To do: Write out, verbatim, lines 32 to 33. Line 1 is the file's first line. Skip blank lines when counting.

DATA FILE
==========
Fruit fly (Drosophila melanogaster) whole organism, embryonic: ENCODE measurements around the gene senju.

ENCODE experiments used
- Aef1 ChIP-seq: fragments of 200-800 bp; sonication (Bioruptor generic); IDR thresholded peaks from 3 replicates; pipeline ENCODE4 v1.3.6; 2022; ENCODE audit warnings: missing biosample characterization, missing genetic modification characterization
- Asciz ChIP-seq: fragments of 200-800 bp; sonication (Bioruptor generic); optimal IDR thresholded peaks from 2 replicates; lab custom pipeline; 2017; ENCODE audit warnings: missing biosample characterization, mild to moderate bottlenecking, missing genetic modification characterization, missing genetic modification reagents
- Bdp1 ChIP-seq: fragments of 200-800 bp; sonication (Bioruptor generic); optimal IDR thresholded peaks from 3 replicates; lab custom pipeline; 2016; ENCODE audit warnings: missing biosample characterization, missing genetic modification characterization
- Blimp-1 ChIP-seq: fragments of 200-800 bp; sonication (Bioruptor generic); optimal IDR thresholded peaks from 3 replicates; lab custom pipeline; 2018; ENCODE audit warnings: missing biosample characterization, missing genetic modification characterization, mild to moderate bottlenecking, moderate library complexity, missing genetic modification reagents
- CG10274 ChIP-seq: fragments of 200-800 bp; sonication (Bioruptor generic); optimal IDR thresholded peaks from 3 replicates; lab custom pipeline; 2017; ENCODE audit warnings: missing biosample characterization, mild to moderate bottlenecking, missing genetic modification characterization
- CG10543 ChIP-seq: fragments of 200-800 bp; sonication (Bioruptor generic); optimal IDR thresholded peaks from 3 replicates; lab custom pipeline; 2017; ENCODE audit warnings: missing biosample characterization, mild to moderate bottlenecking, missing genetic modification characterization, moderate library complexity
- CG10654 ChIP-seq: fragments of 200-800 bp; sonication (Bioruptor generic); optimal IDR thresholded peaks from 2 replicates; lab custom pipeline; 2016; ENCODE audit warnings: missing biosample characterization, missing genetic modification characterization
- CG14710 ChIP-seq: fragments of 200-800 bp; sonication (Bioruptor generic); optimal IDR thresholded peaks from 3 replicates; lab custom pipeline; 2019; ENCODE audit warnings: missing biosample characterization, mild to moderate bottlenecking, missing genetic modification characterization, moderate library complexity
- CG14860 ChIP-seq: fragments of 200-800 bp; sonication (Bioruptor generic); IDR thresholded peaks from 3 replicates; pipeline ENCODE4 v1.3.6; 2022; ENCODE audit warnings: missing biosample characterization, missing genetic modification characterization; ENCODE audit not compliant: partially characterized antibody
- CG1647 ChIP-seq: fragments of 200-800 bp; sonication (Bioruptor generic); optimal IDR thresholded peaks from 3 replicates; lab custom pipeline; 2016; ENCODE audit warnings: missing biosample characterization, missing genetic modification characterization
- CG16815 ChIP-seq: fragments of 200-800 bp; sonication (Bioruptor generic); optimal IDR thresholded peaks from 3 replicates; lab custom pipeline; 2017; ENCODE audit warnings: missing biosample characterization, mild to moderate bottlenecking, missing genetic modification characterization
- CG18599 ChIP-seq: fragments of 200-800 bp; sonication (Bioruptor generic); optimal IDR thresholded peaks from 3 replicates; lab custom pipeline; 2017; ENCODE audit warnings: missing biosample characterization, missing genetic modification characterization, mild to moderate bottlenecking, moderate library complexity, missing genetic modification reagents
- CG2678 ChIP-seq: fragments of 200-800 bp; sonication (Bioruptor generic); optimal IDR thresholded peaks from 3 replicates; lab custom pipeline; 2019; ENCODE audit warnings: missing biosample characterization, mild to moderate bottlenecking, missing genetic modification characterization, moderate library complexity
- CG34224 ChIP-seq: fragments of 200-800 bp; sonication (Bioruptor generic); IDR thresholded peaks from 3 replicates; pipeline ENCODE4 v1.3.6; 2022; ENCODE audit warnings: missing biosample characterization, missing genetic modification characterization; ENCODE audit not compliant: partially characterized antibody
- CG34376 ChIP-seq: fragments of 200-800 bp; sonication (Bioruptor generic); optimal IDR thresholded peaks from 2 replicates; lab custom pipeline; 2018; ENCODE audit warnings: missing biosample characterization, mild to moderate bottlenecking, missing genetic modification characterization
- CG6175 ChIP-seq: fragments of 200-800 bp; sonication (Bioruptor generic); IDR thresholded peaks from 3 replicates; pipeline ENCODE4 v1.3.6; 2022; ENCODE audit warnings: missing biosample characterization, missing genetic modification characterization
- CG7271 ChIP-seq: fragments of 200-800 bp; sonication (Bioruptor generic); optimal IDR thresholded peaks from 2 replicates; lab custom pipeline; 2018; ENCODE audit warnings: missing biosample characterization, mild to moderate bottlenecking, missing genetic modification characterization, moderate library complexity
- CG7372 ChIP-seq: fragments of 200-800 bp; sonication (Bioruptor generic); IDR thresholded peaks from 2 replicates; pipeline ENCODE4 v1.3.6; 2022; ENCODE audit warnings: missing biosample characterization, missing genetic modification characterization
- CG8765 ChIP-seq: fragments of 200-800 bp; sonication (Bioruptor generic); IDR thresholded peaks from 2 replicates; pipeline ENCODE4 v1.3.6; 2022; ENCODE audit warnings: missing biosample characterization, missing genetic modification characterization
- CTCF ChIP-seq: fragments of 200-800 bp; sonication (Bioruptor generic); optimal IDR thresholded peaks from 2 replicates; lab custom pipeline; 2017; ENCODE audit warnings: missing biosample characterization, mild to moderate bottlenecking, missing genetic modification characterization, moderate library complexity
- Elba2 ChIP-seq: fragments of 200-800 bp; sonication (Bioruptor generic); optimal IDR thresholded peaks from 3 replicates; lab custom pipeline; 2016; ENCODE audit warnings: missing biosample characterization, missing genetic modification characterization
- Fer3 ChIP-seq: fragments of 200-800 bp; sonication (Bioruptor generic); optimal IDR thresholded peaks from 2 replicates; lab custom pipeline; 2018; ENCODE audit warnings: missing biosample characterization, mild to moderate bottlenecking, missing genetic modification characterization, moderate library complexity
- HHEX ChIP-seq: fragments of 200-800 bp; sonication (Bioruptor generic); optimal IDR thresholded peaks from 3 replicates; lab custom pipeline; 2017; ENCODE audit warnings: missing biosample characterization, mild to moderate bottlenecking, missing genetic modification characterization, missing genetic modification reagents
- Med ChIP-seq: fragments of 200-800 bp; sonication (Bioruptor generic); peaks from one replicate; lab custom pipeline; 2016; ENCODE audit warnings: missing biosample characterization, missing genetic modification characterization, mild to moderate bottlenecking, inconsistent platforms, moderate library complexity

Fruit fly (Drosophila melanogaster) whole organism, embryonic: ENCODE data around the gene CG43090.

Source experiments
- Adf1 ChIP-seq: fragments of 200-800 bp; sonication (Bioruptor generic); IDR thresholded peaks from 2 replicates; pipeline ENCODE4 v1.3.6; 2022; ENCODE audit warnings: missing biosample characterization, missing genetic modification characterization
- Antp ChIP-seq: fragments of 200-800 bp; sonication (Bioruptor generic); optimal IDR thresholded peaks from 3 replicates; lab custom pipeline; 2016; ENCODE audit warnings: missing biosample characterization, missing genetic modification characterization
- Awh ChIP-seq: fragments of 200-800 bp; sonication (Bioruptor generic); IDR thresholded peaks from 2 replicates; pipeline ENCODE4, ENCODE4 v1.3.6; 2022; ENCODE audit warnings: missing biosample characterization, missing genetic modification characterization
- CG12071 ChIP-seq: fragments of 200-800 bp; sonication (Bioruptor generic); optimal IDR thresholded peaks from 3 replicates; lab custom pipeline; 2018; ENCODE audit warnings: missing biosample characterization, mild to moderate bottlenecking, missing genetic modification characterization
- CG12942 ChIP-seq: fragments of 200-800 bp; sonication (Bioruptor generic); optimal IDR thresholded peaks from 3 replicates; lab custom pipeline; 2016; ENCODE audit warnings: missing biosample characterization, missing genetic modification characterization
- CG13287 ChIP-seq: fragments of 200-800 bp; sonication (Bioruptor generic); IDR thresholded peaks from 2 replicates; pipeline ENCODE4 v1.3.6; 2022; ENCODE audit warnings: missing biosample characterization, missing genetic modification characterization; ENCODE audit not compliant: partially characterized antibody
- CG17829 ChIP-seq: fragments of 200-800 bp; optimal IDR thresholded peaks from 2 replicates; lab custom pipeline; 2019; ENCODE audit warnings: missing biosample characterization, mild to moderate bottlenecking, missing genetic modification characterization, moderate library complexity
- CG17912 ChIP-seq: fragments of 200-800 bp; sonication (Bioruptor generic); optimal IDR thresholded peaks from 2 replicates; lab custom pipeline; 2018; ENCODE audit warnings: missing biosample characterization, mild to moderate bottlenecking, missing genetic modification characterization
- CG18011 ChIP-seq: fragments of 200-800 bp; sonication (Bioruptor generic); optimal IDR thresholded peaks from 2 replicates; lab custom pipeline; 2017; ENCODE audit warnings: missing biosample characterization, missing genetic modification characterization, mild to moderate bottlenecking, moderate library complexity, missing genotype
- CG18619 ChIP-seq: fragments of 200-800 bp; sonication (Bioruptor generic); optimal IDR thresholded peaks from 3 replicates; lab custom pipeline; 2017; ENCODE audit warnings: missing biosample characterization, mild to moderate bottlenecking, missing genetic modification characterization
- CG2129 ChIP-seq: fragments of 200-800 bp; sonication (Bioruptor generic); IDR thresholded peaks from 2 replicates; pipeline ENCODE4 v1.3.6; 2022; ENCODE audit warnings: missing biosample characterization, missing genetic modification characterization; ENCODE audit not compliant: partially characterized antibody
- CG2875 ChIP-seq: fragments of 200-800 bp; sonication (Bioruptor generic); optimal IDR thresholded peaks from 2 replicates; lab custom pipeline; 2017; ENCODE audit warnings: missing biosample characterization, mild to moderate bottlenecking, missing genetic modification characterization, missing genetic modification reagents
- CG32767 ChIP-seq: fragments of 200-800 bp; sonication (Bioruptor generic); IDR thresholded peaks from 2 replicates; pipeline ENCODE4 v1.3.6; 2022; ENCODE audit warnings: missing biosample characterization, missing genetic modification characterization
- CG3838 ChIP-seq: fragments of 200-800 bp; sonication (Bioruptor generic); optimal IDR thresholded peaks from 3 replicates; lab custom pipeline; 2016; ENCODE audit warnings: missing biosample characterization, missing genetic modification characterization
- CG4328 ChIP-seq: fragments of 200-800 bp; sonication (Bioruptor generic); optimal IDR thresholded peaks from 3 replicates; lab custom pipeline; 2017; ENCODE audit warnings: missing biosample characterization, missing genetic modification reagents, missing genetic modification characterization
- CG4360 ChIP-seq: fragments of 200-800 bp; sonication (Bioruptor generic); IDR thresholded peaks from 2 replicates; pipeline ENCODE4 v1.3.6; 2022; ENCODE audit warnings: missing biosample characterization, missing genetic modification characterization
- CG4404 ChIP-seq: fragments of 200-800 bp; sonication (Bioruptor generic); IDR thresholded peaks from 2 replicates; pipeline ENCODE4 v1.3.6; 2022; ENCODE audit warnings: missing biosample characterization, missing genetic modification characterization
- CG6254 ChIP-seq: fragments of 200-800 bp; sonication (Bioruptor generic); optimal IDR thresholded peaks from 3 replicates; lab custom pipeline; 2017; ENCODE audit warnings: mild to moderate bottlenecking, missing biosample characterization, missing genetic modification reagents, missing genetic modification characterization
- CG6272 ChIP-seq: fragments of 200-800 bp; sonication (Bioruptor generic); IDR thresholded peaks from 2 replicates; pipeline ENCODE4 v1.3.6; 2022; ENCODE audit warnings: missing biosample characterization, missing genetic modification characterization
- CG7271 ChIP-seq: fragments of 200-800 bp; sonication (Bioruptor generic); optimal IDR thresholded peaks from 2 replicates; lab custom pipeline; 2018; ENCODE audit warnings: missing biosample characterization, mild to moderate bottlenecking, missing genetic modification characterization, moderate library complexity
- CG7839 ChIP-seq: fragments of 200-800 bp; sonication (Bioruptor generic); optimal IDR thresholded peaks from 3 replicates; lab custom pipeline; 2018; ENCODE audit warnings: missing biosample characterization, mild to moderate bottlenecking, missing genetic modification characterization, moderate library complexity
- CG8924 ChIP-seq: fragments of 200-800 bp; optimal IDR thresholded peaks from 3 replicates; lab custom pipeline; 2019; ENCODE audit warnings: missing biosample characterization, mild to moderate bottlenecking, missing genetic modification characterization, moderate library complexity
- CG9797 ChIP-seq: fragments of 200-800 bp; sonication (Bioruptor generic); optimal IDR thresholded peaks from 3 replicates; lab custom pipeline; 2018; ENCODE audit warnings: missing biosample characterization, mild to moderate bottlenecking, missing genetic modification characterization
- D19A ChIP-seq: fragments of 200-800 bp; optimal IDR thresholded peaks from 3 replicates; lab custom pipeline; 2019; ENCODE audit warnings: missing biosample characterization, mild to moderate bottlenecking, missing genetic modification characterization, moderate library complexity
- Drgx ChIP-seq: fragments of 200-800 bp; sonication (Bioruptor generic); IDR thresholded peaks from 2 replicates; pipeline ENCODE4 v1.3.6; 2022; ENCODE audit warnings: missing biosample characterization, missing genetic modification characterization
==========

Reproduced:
- CG12071 ChIP-seq: fragments of 200-800 bp; sonication (Bioruptor generic); optimal IDR thresholded peaks from 3 replicates; lab custom pipeline; 2018; ENCODE audit warnings: missing biosample characterization, mild to moderate bottlenecking, missing genetic modification characterization
- CG12942 ChIP-seq: fragments of 200-800 bp; sonication (Bioruptor generic); optimal IDR thresholded peaks from 3 replicates; lab custom pipeline; 2016; ENCODE audit warnings: missing biosample characterization, missing genetic modification characterization